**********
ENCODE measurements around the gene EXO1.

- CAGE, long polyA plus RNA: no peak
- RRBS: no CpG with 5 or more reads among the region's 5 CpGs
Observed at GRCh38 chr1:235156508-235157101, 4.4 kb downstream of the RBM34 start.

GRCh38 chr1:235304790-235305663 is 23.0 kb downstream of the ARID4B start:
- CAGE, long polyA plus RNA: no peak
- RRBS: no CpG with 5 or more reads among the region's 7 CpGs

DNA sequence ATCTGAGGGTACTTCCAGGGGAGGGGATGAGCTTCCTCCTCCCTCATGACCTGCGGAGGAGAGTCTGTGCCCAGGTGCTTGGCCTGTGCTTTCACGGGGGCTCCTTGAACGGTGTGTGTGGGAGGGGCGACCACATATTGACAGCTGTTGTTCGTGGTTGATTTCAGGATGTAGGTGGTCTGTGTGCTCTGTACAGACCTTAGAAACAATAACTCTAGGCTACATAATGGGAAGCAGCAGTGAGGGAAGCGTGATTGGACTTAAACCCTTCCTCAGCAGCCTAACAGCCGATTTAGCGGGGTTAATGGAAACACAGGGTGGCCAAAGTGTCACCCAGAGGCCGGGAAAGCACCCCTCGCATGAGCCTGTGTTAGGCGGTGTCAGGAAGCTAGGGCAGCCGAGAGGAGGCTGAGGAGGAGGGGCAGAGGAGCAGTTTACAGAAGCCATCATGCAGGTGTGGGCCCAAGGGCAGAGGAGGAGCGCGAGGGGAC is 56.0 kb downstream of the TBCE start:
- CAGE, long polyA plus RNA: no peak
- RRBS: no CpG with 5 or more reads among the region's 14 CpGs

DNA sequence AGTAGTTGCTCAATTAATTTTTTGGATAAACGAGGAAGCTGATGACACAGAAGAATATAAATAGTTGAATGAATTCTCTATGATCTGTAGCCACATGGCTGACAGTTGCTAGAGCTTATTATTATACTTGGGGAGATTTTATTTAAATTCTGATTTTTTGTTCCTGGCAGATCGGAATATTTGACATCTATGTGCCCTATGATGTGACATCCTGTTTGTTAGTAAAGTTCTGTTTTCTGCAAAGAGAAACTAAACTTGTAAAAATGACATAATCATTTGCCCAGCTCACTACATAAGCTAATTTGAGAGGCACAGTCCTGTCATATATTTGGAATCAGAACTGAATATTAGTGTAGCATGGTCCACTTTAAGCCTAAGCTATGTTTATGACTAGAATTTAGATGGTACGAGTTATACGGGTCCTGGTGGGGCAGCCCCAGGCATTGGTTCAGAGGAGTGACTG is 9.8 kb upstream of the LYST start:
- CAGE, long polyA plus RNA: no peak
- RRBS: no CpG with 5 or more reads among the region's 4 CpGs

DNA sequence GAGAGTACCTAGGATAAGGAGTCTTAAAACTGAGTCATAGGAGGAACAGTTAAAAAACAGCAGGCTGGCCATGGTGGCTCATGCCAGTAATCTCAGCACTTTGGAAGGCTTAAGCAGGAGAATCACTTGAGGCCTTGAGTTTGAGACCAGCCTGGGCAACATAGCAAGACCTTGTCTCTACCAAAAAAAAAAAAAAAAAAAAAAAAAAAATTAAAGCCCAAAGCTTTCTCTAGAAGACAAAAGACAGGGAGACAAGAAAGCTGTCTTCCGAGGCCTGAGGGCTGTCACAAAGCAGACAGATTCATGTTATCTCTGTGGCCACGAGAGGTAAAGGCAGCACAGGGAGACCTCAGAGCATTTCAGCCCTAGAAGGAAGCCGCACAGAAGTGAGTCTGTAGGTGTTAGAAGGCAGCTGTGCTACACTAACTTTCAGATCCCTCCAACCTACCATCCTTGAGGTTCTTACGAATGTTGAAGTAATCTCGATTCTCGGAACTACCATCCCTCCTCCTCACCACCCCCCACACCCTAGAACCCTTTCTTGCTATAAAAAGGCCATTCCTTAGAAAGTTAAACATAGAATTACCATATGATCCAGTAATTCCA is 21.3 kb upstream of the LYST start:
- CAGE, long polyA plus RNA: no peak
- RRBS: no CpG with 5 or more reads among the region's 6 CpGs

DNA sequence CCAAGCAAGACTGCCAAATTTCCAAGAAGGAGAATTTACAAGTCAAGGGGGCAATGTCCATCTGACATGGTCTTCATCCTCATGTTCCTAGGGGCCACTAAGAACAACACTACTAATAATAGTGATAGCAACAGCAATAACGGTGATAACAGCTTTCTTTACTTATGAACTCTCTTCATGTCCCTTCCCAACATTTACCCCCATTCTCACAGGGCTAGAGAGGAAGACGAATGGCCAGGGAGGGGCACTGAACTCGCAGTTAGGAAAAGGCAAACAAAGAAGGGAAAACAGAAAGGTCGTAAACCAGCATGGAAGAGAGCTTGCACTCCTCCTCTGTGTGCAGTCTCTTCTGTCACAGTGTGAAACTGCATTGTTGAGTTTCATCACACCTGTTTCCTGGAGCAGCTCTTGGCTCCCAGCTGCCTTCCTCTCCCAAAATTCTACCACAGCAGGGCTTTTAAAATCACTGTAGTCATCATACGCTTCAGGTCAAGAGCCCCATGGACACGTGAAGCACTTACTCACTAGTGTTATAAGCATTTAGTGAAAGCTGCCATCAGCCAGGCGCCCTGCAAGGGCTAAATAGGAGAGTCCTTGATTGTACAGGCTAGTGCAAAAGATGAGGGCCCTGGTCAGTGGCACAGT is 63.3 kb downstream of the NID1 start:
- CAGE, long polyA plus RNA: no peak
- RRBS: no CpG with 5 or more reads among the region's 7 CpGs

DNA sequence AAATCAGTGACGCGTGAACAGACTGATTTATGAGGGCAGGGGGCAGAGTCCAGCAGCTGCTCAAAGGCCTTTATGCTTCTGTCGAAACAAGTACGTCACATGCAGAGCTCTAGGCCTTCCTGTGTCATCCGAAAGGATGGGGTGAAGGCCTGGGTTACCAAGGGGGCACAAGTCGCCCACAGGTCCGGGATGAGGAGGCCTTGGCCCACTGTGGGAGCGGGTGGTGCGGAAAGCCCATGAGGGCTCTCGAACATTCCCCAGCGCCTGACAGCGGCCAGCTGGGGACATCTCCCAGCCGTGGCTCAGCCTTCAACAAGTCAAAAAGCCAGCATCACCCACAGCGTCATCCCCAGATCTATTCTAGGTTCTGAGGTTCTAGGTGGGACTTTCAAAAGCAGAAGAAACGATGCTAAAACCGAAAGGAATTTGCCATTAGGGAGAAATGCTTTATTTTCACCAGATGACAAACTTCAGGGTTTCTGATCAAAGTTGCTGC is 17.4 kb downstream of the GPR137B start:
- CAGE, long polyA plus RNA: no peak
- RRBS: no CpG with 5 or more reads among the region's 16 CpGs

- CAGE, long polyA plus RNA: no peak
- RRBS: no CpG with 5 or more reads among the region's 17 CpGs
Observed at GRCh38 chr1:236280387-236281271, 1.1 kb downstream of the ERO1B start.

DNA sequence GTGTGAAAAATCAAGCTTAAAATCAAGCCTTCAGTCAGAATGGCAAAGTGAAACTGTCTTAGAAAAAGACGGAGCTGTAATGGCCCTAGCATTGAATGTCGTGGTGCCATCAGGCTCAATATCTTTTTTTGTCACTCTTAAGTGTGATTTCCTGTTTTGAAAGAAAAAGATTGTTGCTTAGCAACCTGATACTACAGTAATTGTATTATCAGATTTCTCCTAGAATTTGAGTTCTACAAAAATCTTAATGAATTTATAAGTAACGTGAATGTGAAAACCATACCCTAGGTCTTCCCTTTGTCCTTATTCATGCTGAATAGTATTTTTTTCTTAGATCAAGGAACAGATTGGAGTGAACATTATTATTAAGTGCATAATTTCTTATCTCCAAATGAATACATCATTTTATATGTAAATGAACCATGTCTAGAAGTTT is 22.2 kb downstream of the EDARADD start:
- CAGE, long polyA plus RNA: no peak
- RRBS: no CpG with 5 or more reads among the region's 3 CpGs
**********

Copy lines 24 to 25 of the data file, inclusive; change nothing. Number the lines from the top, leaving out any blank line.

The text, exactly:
- RRBS: no CpG with 5 or more reads among the region's 17 CpGs
Observed at GRCh38 chr1:236280387-236281271, 1.1 kb downstream of the ERO1B start.